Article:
cycling utah June 1999


There is no justice for cyclists injured in an accident

By Rob MacLeod

I had this article all worked out weeks ago. There was a clear example of road rage hurting cyclists, a cyclist reacting rashly, an unambiguous take-home message. Dream story. Then a bike-car crash on Utah Highway 89 changed all that. Things have become more complicated and I had to start again. Here is what came out.

There is no real justice for a cyclist injured in a bike crash.

A bike crash is not like other crimes. When someone steals something from you, you may eventually get it back. You may even get it replaced with something better. When someone hits your car, with luck you come away with minor injuries and the car gets repaired or replaced. Sure, you may lose some money on the deal, but a good lawyer can make sure you do alright.

But in a bike crash, the cyclist usually loses a lot, often so much that there simply is no adequate punishment or retribution. Two recent stories illustrate the point.

The first is from Chicago, where a cyclist was cut off by a driver in a big SUV and responded by pounding his fist on the car as it went by. The driver pulled over, let the cyclist pass, and then proceeded to hit him several times from behind with his SUV.

The final impact knocked the cyclist down and under the wheels of the vehicle and to his death. The driver left the scene but was eventually found and charged with first-degree murder. This car-versus-bike murder case is unique in the Chicago area and has yet to go to trial.

The second story is much too close to home. It happened near Fruit Heights on Highway 89, a route many local cyclists know and have enjoyed for years. As I write this, not even two weeks have passed since the crash and I still feel sick as the scene replays through my imagination.

A group of six cyclists were riding northbound along the shoulder of the road. The Sunday ride was almost over; five miles to go before home and a party to watch the Jazz playoff game. A driver police say was drunk tried to pass the cyclists but could not control his vehicle and ran into the paceline, then swerved back out onto the road before losing control completely and rolling into a ditch.

The impact of the truck sent three cyclists flying and they all ended up in the same ditch as the driver. One of the three spent a short time in the hospital for a collapsed lung and plenty of bruises. Another will be in traction for weeks to come for her shattered pelvis, damaged vertebrae, a broken foot and other injuries. The third is still fighting for his life with a severe amputation of his left leg and major reconstruction of his right leg, pelvis, and elbow along with severe internal injuries. He will never sit properly again, let alone ride a bike.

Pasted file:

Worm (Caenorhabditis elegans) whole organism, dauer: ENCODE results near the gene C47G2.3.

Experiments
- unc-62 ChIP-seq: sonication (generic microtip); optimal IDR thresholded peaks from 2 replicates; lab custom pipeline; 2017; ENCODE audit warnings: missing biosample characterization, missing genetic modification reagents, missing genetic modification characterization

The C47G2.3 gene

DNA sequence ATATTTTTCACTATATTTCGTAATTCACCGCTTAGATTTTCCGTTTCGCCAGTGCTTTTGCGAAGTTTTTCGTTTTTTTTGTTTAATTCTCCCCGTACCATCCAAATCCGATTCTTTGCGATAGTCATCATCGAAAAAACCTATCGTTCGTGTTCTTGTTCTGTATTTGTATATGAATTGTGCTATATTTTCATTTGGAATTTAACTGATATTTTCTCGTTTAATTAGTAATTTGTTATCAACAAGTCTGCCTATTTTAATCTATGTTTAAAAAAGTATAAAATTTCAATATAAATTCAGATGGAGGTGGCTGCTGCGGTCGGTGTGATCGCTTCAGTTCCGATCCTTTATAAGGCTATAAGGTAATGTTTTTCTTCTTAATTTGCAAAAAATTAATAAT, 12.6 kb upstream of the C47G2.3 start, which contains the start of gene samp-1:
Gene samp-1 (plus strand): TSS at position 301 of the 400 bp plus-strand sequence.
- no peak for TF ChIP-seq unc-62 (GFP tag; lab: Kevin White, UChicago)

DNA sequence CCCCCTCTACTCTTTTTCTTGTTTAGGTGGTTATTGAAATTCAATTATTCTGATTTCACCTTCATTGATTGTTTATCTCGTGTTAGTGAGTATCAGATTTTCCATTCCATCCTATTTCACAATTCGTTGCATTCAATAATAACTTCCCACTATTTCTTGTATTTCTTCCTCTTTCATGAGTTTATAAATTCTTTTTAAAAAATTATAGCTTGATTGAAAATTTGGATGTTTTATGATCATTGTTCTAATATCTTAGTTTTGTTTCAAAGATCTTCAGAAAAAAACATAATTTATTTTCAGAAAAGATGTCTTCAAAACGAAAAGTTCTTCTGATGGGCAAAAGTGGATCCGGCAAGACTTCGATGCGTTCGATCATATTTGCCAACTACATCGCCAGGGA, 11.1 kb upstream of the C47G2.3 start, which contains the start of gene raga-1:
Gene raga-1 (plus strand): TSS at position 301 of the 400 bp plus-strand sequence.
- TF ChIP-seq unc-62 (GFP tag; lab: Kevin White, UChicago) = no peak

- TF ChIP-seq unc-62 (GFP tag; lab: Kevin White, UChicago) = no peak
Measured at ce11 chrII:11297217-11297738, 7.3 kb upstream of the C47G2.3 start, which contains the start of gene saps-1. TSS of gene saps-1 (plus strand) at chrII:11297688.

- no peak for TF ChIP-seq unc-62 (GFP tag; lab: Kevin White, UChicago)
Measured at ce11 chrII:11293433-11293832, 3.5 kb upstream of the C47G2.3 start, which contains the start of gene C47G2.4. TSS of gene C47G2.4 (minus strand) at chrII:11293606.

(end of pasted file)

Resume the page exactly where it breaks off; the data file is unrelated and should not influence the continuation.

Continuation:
We can find some solace in the first case. If the cyclist had not banged on the side of the vehicle, there would likely have been no incident. One thing is for sure, there would have been no prosecution. The stories of cyclists reporting clear cases of dangerous driving and being ignored by law enforcement are legend. And there is some rationale for this; without evidence of witnesses and positive identification of the driver, how can the justice system convict someone based on just a license plate number?

So should we be glad that at least this time the action was extreme enough and the damage severe enough that charges were laid? Is this one of those great landmark cases that will result in better conditions for cyclists?

I doubt it, and I doubt even more that the friends and family of the victim will be happy with the outcome, with any outcome. For in a case like this, the big loser is the cyclist. No amount of time in jail or financial compensation can make up for the life lost. Or for a disability, had this victim survived with major injury. Martyrdom never pays.